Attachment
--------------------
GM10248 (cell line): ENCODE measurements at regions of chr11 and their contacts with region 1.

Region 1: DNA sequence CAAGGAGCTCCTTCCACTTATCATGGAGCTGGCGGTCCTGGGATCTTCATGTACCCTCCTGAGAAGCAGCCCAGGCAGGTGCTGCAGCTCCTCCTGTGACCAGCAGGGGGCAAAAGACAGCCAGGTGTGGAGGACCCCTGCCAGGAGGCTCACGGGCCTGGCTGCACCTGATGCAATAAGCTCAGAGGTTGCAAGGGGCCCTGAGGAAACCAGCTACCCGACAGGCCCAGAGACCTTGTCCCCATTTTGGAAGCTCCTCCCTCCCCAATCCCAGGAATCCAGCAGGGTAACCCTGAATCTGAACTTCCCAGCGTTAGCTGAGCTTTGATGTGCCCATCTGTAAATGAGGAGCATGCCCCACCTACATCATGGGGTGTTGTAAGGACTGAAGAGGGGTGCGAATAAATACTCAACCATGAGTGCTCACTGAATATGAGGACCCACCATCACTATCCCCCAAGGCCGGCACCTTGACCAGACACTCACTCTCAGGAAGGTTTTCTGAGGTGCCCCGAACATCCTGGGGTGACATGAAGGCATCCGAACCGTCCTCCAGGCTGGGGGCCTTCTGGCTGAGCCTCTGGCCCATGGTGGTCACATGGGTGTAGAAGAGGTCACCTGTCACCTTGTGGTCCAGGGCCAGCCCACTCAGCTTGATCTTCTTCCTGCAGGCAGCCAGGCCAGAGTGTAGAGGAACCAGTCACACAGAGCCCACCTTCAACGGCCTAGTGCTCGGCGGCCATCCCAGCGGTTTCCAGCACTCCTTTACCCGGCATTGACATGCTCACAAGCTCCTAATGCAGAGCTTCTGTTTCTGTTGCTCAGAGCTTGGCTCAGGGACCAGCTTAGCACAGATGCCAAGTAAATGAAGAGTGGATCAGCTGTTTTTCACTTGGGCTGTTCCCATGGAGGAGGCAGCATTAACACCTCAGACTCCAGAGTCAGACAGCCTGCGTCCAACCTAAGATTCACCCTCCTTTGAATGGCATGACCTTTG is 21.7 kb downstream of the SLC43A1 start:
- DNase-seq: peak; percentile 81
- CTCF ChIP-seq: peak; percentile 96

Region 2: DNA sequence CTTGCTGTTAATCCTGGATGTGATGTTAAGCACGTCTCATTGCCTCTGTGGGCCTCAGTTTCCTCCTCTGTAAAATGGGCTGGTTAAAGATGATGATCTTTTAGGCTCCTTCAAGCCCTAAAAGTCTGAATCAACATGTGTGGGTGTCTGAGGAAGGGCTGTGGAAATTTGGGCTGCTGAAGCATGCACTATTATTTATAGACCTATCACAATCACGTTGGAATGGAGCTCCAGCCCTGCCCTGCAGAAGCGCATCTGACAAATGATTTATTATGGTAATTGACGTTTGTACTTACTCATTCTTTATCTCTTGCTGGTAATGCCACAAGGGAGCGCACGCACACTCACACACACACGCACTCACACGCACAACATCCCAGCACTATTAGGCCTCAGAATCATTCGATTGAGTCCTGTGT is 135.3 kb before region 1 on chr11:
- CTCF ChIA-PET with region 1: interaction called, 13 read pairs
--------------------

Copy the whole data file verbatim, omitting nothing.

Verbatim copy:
GM10248 (cell line): ENCODE measurements at regions of chr11 and their contacts with region 1.

Region 1: DNA sequence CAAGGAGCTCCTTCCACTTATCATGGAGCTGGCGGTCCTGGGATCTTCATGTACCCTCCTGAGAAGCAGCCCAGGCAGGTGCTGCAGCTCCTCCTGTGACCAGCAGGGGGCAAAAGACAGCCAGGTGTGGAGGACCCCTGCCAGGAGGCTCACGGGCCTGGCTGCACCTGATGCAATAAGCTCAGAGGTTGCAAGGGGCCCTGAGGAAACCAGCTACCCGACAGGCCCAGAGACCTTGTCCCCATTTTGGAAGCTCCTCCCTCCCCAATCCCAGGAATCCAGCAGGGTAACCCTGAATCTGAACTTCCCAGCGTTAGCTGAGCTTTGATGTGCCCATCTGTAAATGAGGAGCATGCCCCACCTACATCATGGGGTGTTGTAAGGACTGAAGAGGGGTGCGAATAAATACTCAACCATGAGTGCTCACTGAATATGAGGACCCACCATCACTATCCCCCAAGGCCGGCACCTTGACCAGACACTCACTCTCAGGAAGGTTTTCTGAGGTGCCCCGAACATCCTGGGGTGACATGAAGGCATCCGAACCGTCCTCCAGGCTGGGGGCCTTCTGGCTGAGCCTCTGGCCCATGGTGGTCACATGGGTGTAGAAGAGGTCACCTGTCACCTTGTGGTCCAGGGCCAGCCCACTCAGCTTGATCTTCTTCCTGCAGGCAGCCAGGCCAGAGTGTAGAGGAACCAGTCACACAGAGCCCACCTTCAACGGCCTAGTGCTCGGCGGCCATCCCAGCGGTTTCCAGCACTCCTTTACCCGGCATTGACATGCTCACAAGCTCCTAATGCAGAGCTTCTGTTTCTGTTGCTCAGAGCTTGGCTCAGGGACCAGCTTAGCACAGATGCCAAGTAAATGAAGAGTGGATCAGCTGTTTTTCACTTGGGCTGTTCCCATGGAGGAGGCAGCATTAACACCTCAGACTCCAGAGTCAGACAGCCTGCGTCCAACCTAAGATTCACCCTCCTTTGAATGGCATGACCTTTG is 21.7 kb downstream of the SLC43A1 start:
- DNase-seq: peak; percentile 81
- CTCF ChIP-seq: peak; percentile 96

Region 2: DNA sequence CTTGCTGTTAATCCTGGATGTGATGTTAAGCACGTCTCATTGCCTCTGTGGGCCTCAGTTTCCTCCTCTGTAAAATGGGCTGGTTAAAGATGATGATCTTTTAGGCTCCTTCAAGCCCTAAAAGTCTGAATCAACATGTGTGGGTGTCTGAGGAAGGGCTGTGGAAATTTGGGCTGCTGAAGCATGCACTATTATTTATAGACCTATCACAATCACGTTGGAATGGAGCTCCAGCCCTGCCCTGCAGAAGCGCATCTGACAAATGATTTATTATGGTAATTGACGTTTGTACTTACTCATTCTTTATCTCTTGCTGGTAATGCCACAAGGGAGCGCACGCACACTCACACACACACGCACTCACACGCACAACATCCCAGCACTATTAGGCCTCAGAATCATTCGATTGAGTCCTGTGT is 135.3 kb before region 1 on chr11:
- CTCF ChIA-PET with region 1: interaction called, 13 read pairs